Ethernet cable install

Discussion in 'Bad Dog Cafe' started by 1 21 gigawatts, May 16, 2021.

  1. 1 21 gigawatts

    1 21 gigawatts Tele-Afflicted

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    Anyone knowledgeable about connecting an internet router to a media console (Xbox one)? We use an Xbox as a media server (youtube, Prime music/video,etc). The wifi card quit working in it, so I need to hardwire it. The router is in the office, so I've temporarily connecting them with a Cat6 cable running through the kitchen.

    I bought a spool of Cat5e, some RJ45 jacks, and a punch down tool today and hopped into the attic to tackle the job. I was using the phone line in the office to identify where to feed the cable when I noticed that it was already a Cat5e cable. Every room in the house has a Cat5e cable running from a junction box to a phone jack (just using 4 of the 8 wires).

    Since we don't have any landline phones, can I simply repurpose these Cat5e cables to hook the router to the Xbox? My plan would be to identify the cables for the office and TV at the junction box, splice them together using a Cat5e junction, and swap the RJ11 terminals with RJ45. Does this sound like a reasonable plan? I know that the splice isn't ideal, but it seems silly to run new cable and jacks when they are already exactly where I need them.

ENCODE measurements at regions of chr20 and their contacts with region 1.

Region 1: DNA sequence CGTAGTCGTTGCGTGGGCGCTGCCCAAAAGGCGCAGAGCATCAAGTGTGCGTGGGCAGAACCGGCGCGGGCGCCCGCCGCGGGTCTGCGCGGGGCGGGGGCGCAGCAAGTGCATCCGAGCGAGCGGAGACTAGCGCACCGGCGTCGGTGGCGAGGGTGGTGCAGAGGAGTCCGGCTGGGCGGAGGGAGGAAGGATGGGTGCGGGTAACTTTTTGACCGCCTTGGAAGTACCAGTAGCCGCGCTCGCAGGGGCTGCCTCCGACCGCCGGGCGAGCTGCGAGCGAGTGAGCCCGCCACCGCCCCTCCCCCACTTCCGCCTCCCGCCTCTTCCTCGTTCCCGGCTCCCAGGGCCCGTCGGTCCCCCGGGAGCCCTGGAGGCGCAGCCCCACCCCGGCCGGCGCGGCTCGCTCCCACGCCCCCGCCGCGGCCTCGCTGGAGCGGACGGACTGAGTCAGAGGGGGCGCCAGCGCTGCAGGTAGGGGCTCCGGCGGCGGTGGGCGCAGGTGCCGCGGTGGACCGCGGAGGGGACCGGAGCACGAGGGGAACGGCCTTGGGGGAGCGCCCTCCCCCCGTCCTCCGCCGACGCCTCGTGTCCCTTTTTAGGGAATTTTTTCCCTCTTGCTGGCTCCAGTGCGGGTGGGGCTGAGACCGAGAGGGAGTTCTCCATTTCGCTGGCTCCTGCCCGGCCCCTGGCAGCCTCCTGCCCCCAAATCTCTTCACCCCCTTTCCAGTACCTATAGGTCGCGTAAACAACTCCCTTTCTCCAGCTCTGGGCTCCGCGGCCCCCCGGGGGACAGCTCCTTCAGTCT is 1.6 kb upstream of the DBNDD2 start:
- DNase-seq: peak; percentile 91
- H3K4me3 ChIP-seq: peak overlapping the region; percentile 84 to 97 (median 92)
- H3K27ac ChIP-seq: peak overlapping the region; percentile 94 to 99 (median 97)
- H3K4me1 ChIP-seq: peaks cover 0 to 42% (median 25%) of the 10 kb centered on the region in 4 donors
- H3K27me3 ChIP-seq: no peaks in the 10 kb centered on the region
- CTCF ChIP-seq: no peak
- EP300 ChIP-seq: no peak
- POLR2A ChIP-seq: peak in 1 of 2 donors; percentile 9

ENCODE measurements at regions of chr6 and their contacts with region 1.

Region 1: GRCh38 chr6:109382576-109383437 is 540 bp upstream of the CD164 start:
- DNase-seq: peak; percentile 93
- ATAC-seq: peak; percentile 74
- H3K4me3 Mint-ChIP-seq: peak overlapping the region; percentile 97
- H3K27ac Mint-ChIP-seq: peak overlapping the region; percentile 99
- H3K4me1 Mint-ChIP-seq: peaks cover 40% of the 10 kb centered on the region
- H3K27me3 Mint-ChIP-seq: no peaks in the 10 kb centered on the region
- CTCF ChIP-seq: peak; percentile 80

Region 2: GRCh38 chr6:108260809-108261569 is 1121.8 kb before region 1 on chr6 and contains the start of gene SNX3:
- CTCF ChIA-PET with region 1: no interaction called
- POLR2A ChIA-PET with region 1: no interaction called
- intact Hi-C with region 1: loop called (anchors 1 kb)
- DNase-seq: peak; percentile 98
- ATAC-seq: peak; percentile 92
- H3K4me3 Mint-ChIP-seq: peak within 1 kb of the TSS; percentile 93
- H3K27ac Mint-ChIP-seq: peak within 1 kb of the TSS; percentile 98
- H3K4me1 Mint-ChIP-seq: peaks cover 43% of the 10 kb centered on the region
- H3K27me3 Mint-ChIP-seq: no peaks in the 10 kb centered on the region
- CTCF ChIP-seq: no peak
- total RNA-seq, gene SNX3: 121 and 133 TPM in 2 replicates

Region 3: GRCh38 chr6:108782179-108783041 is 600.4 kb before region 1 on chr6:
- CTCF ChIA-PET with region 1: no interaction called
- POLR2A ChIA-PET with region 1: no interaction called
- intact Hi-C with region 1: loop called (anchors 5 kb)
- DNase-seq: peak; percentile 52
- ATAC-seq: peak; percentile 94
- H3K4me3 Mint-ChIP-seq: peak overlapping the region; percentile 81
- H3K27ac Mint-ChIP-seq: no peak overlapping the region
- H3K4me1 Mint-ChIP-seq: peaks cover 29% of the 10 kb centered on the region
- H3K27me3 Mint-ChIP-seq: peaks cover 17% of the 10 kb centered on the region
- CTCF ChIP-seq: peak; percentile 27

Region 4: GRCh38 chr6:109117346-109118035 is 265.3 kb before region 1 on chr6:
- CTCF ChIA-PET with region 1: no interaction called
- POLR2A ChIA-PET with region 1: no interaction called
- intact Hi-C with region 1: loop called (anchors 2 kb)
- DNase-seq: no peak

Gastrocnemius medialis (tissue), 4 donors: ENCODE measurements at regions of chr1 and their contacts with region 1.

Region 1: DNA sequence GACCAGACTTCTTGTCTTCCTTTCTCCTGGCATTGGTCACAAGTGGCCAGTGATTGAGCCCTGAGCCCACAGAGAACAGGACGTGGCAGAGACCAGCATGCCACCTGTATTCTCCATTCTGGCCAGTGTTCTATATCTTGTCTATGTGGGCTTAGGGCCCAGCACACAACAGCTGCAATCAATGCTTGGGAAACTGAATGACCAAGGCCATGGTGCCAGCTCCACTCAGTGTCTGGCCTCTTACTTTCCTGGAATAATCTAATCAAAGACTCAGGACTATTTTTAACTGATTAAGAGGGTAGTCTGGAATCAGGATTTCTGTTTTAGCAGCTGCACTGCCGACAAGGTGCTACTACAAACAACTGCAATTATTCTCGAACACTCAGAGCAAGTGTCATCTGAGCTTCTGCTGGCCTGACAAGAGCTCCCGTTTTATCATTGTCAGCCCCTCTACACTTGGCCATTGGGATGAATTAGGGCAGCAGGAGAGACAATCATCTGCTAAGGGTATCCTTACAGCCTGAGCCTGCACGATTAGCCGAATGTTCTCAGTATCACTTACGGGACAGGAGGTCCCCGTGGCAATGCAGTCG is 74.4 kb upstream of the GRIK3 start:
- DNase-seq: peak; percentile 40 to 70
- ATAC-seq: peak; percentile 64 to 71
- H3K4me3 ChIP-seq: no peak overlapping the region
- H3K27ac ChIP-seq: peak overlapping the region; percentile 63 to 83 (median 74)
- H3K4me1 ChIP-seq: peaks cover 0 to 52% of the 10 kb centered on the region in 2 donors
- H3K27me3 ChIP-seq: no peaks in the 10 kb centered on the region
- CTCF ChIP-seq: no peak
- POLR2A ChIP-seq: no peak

2. suave eddie

    suave eddie Friend of Leo's

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    Sounds good to me. Cat5 is Cat5. If there's already cable where you need it, use it. No sense to run new wire. If I'm understanding you I don't see a problem.
     
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  3. archetype

    archetype Fiend of Leo's

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    Cat5e is Cat5e. If it's handling IP over Ethernet for this application, and not handling an actual video signal, it should work fine.
     
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  4. hnryclay

    hnryclay Tele-Meister